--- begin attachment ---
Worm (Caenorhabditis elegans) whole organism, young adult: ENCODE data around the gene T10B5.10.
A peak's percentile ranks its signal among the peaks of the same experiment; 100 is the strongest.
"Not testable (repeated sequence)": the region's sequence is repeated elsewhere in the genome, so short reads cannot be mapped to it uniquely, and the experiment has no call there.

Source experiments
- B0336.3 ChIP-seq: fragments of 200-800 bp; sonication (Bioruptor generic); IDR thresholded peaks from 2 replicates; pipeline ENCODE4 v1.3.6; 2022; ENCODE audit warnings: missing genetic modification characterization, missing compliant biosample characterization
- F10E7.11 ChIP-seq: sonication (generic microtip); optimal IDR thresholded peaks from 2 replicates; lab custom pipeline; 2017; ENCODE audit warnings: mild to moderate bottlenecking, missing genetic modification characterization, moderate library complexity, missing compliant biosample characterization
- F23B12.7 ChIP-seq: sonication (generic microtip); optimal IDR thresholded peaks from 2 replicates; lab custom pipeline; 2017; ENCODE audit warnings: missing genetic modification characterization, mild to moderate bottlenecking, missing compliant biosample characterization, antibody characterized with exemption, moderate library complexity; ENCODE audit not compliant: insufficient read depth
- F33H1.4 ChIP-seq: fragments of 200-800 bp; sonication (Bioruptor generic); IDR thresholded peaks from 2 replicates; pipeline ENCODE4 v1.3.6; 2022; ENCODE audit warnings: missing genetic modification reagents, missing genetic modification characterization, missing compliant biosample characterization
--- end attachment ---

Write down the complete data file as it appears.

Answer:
Worm (Caenorhabditis elegans) whole organism, young adult: ENCODE data around the gene T10B5.10.
A peak's percentile ranks its signal among the peaks of the same experiment; 100 is the strongest.
"Not testable (repeated sequence)": the region's sequence is repeated elsewhere in the genome, so short reads cannot be mapped to it uniquely, and the experiment has no call there.

Source experiments
- B0336.3 ChIP-seq: fragments of 200-800 bp; sonication (Bioruptor generic); IDR thresholded peaks from 2 replicates; pipeline ENCODE4 v1.3.6; 2022; ENCODE audit warnings: missing genetic modification characterization, missing compliant biosample characterization
- F10E7.11 ChIP-seq: sonication (generic microtip); optimal IDR thresholded peaks from 2 replicates; lab custom pipeline; 2017; ENCODE audit warnings: mild to moderate bottlenecking, missing genetic modification characterization, moderate library complexity, missing compliant biosample characterization
- F23B12.7 ChIP-seq: sonication (generic microtip); optimal IDR thresholded peaks from 2 replicates; lab custom pipeline; 2017; ENCODE audit warnings: missing genetic modification characterization, mild to moderate bottlenecking, missing compliant biosample characterization, antibody characterized with exemption, moderate library complexity; ENCODE audit not compliant: insufficient read depth
- F33H1.4 ChIP-seq: fragments of 200-800 bp; sonication (Bioruptor generic); IDR thresholded peaks from 2 replicates; pipeline ENCODE4 v1.3.6; 2022; ENCODE audit warnings: missing genetic modification reagents, missing genetic modification characterization, missing compliant biosample characterization